Project : Spooky_Author_Identification

This is a competition to identify an auther from sentences which they wrote. This project follows the instructions of a Kaggle competition during the Halloween of 2017. The link of the competition is

Data description

The competition dataset contains text from works of fiction written by spooky authors of the public domain: Edgar Allan Poe, HP Lovecraft and Mary Shelley. The data was prepared by chunking larger texts into sentences using CoreNLP's MaxEnt sentence tokenizer, so you may notice the odd non-sentence here and there. Your objective is to accurately identify the author of the sentences in the test set.

In [21]:
import re
import nltk

from nltk.corpus import stopwords
from nltk.tokenize import sent_tokenize,word_tokenize
from nltk.stem.snowball import SnowballStemmer
from wordcloud import WordCloud, STOPWORDS

import matplotlib.pyplot as plt

%matplotlib inline'stopwords')'punkt')
[nltk_data] Downloading package stopwords to
[nltk_data]     /Users/sunghwanki/nltk_data...
[nltk_data]   Package stopwords is already up-to-date!
[nltk_data] Downloading package punkt to
[nltk_data]     /Users/sunghwanki/nltk_data...
[nltk_data]   Package punkt is already up-to-date!

1. Load and check data

1.1 Load data

In [22]:
# Load train and Test set
train = pd.read_csv('../3_spooky-author-identification/data/train.csv')
test = pd.read_csv('../3_spooky-author-identification/data/test.csv')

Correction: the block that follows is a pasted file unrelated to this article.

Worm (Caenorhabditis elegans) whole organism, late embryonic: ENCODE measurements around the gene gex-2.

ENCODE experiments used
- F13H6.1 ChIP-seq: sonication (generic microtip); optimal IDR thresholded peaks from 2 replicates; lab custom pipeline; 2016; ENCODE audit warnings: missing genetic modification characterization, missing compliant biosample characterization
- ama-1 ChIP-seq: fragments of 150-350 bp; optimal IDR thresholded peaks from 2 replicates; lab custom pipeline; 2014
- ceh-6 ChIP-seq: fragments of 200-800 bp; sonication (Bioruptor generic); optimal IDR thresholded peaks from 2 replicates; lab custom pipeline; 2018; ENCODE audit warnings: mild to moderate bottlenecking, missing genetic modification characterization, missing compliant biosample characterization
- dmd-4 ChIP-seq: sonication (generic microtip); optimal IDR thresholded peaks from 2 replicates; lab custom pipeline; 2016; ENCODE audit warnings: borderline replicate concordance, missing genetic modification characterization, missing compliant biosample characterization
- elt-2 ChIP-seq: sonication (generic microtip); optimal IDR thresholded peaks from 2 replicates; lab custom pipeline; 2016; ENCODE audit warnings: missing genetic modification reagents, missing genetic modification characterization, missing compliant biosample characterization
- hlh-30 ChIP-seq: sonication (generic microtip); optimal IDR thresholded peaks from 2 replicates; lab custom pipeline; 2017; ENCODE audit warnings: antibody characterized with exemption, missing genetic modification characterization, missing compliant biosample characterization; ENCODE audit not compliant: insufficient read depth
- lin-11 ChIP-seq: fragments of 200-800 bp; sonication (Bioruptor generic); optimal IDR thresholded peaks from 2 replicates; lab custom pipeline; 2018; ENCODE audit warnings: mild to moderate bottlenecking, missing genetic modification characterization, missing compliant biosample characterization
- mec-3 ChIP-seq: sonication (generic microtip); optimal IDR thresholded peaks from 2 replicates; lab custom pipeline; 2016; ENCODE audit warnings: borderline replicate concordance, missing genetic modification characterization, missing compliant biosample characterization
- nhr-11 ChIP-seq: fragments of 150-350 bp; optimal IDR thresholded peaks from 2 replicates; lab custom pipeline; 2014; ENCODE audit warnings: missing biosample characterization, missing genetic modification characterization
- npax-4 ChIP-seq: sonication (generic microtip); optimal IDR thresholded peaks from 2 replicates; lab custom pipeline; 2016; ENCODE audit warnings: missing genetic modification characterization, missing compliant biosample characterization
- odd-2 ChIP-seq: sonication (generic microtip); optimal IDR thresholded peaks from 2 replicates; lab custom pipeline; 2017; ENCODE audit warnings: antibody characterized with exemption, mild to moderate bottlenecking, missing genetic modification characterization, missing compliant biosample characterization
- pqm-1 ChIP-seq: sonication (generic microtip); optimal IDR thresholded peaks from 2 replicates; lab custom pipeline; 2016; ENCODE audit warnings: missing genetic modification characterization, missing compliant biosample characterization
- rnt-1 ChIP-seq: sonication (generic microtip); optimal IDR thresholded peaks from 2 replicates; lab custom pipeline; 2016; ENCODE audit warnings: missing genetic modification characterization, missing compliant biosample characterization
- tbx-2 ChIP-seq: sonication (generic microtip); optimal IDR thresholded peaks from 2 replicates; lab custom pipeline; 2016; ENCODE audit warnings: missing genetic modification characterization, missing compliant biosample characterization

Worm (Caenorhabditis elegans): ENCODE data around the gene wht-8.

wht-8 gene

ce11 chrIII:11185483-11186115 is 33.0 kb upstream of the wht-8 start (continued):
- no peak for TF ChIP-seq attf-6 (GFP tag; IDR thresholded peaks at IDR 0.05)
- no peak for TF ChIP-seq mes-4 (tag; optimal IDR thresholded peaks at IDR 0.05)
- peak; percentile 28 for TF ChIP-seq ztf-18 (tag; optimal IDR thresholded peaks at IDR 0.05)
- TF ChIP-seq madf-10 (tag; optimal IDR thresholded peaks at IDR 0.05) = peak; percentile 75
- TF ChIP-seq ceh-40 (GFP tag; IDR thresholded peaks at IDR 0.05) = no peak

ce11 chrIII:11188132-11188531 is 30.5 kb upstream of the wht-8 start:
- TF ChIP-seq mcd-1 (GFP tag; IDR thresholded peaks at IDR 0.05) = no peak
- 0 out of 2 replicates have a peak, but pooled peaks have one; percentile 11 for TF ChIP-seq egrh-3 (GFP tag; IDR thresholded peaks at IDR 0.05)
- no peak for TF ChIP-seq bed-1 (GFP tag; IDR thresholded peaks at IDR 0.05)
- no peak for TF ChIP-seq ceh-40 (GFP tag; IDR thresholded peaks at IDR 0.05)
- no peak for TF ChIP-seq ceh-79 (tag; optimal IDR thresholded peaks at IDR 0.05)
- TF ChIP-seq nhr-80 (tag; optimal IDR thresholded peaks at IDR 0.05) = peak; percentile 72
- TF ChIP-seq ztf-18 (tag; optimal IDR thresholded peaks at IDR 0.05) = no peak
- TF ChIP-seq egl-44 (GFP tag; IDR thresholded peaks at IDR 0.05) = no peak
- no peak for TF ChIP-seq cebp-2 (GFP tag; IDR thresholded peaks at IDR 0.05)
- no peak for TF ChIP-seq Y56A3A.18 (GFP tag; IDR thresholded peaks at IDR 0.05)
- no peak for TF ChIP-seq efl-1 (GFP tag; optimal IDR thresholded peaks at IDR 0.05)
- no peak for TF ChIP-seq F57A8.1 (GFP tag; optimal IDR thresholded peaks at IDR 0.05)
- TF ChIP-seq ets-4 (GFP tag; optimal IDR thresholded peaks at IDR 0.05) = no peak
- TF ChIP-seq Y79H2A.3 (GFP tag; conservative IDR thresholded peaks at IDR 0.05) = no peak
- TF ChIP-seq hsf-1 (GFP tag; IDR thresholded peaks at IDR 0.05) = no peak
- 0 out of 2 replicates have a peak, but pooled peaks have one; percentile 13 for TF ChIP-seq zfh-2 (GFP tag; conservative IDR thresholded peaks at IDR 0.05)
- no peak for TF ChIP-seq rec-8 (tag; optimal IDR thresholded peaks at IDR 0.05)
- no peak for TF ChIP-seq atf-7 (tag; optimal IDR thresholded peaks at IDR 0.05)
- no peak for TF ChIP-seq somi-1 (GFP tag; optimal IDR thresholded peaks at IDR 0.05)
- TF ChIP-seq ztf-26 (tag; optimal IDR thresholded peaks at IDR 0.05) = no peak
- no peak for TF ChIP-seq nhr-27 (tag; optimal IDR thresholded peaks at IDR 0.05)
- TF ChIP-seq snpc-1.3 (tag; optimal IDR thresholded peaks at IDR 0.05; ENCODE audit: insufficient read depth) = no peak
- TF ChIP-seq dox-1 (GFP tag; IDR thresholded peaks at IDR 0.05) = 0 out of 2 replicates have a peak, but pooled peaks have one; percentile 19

# Store author data at y_train
# y_train = train['author']

# Take a look at the first 5 rows in the data
id text author
0 id26305 This process, however, afforded me no means of... EAP
1 id17569 It never once occurred to me that the fumbling... HPL
2 id11008 In his left hand was a gold snuff box, from wh... EAP
3 id27763 How lovely is spring As we looked from Windsor... MWS
4 id12958 Finding nothing else, not even gold, the Super... HPL
In [23]:
# Check the data set
print("Train data : ", train.shape)
print("Test  data : ", test.shape)
Train data :  (19579, 3)
Test  data :  (8392, 2)
In [24]:
# Check the train data set's columns
print("Train data columns Qty :", len(train.columns), "\n\n")
print("Train data columns :", train.columns)
Train data columns Qty : 3

Train data columns : Index(['id', 'text', 'author'], dtype='object')

According to the competition page there are three distinct author initials

  1. EAP - Edgar Allen Poe : American writer who wrote poetry and short stories that revolved around tales of mystery and the grisly and the grim. Arguably his most famous work is the poem - "The Raven" and he is also widely considered the pioneer of the genre of the detective fiction.